Authors Peter Tanous and Jeff Cox brush aside the "blue skies" propaganda coming out of Washington and the New York Fed to offer a cold-eyed assessment of the facts. Step by painful step, they delineate the events that have led us to the current state of affairs until they arrive at the inescapable conclusion that decades of profligate spending by government and reckless speculation in the financial markets have taken us too far down the path of destruction for us to entertain any ideas of turning back. Global economic collapse may be inevitable. The only question remaining now is what you can do to protect your assets until the crisis blows over.
In answer to that question, Tanous and Cox explain why Modern Portfolio Theory and the traditional 60/40 portfolio structure no longer apply. In their place, the authors offer a set of inflation-busting asset allocation strategies that include a substantial investment of real assets—including oil, gold, timber, and even farmland—as well as inflation-protected bonds.A storm is coming. How soon, exactly, it will arrive, no one can say for sure. If you want to know how it will shake out and what you can do to shield your hard-earned assets from the worst of it, read Debt, Deficits, and the Demise of the American economy.
Today was one of those days I had to be everywhere at once. My boss had a maiden horse running at the track and I needed to get there before 2.30 pm, shopping to do, medication to pick up, and all the while fighting rising panic over my own situation and how to face winter homeless AGAIN. Not able to get back to my work, not able to see my mother. That dull pain that sears through your very soul.
Earlier this evening I ended up attending one of those parties where you buy products, purchases aimed at women. Seeing as my daughter was the hostess I thought I could manage to steer off the migraines for a few hours. I couldn't. I ended up sat in a vehicle deathly ill with a migraine ripping my head off my shoulders, taking as much medication as I could to decrease the pain.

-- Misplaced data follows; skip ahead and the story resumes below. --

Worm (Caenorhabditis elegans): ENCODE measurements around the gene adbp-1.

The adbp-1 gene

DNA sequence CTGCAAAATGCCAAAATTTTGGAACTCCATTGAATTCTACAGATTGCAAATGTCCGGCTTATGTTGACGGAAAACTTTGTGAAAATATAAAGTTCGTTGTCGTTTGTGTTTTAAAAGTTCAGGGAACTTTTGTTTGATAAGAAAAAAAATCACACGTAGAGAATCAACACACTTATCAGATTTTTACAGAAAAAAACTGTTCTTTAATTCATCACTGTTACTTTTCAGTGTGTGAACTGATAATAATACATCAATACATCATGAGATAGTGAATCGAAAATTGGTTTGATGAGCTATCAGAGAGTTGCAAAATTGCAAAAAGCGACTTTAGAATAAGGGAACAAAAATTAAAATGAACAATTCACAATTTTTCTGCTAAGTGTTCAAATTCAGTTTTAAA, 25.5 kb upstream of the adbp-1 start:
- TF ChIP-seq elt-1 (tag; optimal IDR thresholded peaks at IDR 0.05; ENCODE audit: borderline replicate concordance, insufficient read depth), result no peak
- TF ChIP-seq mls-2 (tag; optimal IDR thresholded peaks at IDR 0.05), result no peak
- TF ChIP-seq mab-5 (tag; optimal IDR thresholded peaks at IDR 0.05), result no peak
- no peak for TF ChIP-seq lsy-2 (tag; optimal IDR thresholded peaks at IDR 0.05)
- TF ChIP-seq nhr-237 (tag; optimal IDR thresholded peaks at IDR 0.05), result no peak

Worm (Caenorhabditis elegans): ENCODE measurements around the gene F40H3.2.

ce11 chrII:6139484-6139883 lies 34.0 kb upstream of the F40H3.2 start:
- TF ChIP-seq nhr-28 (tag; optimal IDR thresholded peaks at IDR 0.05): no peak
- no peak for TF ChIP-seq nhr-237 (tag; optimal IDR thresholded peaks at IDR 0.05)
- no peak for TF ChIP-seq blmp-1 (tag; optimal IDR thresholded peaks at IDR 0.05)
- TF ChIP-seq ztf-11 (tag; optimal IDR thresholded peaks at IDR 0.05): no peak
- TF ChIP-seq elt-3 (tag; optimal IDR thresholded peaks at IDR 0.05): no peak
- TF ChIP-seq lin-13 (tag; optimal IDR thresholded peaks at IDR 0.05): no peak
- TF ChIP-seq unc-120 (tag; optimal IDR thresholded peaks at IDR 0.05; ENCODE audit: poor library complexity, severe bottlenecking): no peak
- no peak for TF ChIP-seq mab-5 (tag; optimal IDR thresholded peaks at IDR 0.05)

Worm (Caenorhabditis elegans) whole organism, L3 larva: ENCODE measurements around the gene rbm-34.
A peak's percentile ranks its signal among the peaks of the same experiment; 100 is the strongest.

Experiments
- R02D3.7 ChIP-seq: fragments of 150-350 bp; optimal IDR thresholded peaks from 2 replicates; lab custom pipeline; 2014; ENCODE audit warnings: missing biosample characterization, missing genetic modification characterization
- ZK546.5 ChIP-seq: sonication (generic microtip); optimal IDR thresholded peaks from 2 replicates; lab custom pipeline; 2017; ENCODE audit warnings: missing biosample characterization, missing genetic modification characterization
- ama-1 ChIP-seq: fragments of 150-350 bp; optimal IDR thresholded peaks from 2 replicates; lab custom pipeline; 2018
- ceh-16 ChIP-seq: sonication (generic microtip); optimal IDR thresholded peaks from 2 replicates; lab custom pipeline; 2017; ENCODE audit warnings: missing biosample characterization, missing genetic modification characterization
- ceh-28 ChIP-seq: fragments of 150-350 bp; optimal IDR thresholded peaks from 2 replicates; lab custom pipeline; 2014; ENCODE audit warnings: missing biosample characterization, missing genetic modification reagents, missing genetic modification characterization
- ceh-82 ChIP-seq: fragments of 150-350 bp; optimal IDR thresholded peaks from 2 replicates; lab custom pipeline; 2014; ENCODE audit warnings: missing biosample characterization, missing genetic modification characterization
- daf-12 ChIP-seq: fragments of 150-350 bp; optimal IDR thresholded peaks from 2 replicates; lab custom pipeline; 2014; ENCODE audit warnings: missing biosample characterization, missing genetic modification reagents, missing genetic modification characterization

As I drove back to Alto around 8.30 pm I looked at the homes with lights coming on, families sat watching television, settling down in the comfort of their homes and I didn't want to come back to this shed. I just wanted to pull out a door key and walk into my home, and feel the same familiar comfort others feel. I wanted to feel safe and secure. It's the loneliest feeling any human being can have.. to not have a home to go to.I still have not found anyone who can help with the trailer and barn, nor even give me some professional guidance so I can get electricity working on that land. It's turning into a dangerously dry summer, and I feel too old and worn out to face another winter.
Again I appeal to the Huckins family members, if it be Malcolm Huckins, Dr. Kenneth Ogilvie, Patricia Ogilvie-Huckins or someone else: PLEASE help me recover the stolen building fund so I can have a home and my family & life back before winter arrives. This is so cruel and unjust.
When will our consciences grow so tender that we will act to prevent human misery rather than avenge it? ~ Eleanor Roosevelt